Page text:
I arrived in Moscow in December, for the first time in nearly thirteen years. When I was last in the Soviet Union in 1975, no one except outspoken dissidents would talk to me freely, unless we were sitting together in a park or in some out-of-the-way restaurant. This time I heard the most devastating criticisms of official policies in newspaper offices, academic institutions, and, even more so, at public meetings attended by hundreds of people. More than a dozen prominent scholars and writers accepted my invitation to contribute to a book on the prospects of the current reforms in the Soviet Union, and the deputy editor of Moscow News asked me to write a piece for his combative weekly.
A visit of several weeks in Moscow makes one aware that the time of astonishment at changes in the Soviet Union is over. No subject seems sacred, even at public meetings where stone-faced policemen and the familiar contingent of plainclothes KGB agents stand by, watching. And what is spoken is sooner or later likely to be published. In December I heard rumors of suppressed chapters in Marshal Georgi Zhukov’s memoirs describing Stalin’s executions of Soviet officers in 1938, and his disastrous behavior as chief of the Soviet Armed Forces during World War II. No one was able to predict whether these pages would be published. Then on January 20 of this year they appeared in Pravda.
Some skeptics in the West, and in the Soviet Union, say that documenting the atrocities of the Stalin era (or, as the more venomous term Stalinshchina, has it) has become a “safety valve” to divert the public from criticizing current realities. But in fact those realities are constantly the subject of attack. The Soviet press contains many reports on ecological blight, on declining living standards, In addition, hardly a week passes without a news story about how Soviet chinovniks (officials) are conspiring to sabotage Gorbachev’s reforms. (See the box on the next page.)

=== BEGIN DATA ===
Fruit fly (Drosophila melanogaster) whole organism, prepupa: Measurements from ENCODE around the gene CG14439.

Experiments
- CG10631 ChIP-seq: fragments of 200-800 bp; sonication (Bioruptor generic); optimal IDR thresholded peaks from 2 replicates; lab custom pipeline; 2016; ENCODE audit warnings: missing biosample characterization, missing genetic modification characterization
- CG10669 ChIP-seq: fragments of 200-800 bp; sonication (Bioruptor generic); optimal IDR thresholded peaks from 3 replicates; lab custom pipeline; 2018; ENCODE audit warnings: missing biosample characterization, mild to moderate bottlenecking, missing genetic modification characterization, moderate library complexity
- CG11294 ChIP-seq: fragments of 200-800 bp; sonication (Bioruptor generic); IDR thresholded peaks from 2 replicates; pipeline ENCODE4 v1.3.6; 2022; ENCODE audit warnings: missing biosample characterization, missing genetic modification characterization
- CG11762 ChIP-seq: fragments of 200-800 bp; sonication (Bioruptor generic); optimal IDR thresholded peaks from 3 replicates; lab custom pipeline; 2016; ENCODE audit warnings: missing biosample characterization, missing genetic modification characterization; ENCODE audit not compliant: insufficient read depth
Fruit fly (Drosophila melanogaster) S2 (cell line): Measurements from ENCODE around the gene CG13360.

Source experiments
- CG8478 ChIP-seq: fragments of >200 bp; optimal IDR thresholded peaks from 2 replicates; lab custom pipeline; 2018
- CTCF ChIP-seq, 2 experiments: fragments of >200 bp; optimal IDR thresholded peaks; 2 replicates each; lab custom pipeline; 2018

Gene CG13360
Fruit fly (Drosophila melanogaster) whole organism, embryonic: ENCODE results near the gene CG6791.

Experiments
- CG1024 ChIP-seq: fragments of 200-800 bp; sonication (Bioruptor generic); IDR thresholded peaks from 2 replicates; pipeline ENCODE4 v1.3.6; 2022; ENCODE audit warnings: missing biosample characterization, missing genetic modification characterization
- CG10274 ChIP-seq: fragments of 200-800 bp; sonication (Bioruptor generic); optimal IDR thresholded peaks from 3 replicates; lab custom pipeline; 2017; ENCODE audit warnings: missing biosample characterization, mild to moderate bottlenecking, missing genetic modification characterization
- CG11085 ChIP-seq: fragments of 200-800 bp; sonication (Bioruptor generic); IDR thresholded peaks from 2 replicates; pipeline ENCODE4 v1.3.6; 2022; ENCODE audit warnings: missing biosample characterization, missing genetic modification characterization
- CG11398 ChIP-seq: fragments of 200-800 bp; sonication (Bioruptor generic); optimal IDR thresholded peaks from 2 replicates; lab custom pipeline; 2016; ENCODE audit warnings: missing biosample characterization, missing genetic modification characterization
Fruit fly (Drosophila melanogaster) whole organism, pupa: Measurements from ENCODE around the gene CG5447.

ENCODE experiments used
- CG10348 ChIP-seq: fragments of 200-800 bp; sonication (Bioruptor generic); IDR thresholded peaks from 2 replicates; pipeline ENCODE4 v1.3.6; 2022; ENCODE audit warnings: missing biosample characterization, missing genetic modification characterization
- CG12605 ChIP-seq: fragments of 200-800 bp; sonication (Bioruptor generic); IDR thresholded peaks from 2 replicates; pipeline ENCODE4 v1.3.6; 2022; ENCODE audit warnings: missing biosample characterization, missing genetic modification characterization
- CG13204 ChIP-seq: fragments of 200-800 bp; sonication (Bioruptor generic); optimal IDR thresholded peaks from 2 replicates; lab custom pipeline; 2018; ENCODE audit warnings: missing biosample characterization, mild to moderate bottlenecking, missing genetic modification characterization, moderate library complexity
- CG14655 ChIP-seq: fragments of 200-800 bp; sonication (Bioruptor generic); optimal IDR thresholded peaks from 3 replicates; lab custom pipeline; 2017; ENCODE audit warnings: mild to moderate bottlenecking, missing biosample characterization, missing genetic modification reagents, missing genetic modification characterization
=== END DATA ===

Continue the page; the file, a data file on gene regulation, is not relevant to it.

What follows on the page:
Nor should one underrate the effect of disclosures about the past (including the “period of stagnation,” or Brezhnevshchina) in opening the present to public scrutiny. The most interesting forum for such disclosures is the Memorial Society, of which Andrei Sakharov is chairman. The society was founded in 1987, when a group of young people began to collect signatures on petitions to erect a monument to the “victims of Stalinist repressions.” Despite police harassment, the group won the support of Literaturnaia gazeta and last July the official approval of the Party at its Nineteenth Conference. By then more than 50,000 people had signed the petitions. Shortly thereafter, Literaturnaia gazeta and the weekly Ogonek, together with the USSR Unions of Cinema and Theater Workers, Architects, Artists and Designers …
This article is available to online subscribers only.
Please choose from one of the options below to access this article:
Purchase a print premium subscription (20 issues per year) and also receive online access to all all content on nybooks.com.
Purchase an Online Edition subscription and receive full access to all articles published by the Review since 1963.
Gorbachev’s Progress June 1, 1989